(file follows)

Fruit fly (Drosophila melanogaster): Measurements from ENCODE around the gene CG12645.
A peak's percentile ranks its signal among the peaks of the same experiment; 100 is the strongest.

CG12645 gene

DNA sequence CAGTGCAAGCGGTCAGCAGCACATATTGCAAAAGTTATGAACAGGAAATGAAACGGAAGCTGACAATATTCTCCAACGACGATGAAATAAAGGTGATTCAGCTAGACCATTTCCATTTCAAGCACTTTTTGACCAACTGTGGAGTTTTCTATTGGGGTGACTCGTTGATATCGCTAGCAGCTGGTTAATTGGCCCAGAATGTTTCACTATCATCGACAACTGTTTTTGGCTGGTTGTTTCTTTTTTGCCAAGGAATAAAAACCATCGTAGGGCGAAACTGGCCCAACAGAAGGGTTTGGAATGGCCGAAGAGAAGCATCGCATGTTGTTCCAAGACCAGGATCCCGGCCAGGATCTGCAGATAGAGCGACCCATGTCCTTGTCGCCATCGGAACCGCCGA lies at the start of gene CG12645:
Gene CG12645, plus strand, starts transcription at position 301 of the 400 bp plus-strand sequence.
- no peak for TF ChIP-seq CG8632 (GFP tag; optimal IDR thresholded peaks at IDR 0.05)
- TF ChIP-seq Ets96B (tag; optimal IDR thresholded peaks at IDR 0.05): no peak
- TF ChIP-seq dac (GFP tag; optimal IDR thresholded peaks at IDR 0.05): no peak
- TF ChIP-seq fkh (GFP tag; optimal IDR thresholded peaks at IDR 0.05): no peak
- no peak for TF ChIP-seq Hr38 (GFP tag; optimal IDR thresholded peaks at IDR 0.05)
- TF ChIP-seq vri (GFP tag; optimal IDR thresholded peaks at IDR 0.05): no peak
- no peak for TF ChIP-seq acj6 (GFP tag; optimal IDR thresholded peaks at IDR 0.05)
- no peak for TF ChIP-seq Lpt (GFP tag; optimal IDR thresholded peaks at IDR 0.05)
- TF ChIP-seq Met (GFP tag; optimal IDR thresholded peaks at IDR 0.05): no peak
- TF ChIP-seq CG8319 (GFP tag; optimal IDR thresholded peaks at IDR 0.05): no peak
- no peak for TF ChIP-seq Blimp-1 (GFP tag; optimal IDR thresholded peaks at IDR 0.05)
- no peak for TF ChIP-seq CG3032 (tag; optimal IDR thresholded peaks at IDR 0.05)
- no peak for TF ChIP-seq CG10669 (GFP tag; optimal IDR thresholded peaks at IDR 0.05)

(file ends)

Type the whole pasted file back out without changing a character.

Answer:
Fruit fly (Drosophila melanogaster): Measurements from ENCODE around the gene CG12645.
A peak's percentile ranks its signal among the peaks of the same experiment; 100 is the strongest.

CG12645 gene

DNA sequence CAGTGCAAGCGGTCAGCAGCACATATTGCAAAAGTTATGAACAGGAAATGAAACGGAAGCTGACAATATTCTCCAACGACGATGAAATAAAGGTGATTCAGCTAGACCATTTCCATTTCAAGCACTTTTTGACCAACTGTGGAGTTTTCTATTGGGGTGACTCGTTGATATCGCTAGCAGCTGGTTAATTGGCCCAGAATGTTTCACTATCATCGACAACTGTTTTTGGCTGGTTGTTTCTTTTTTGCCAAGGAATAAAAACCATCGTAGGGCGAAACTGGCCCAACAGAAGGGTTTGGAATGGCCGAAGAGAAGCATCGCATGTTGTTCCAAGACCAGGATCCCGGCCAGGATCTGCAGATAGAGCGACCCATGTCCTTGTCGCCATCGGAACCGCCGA lies at the start of gene CG12645:
Gene CG12645, plus strand, starts transcription at position 301 of the 400 bp plus-strand sequence.
- no peak for TF ChIP-seq CG8632 (GFP tag; optimal IDR thresholded peaks at IDR 0.05)
- TF ChIP-seq Ets96B (tag; optimal IDR thresholded peaks at IDR 0.05): no peak
- TF ChIP-seq dac (GFP tag; optimal IDR thresholded peaks at IDR 0.05): no peak
- TF ChIP-seq fkh (GFP tag; optimal IDR thresholded peaks at IDR 0.05): no peak
- no peak for TF ChIP-seq Hr38 (GFP tag; optimal IDR thresholded peaks at IDR 0.05)
- TF ChIP-seq vri (GFP tag; optimal IDR thresholded peaks at IDR 0.05): no peak
- no peak for TF ChIP-seq acj6 (GFP tag; optimal IDR thresholded peaks at IDR 0.05)
- no peak for TF ChIP-seq Lpt (GFP tag; optimal IDR thresholded peaks at IDR 0.05)
- TF ChIP-seq Met (GFP tag; optimal IDR thresholded peaks at IDR 0.05): no peak
- TF ChIP-seq CG8319 (GFP tag; optimal IDR thresholded peaks at IDR 0.05): no peak
- no peak for TF ChIP-seq Blimp-1 (GFP tag; optimal IDR thresholded peaks at IDR 0.05)
- no peak for TF ChIP-seq CG3032 (tag; optimal IDR thresholded peaks at IDR 0.05)
- no peak for TF ChIP-seq CG10669 (GFP tag; optimal IDR thresholded peaks at IDR 0.05)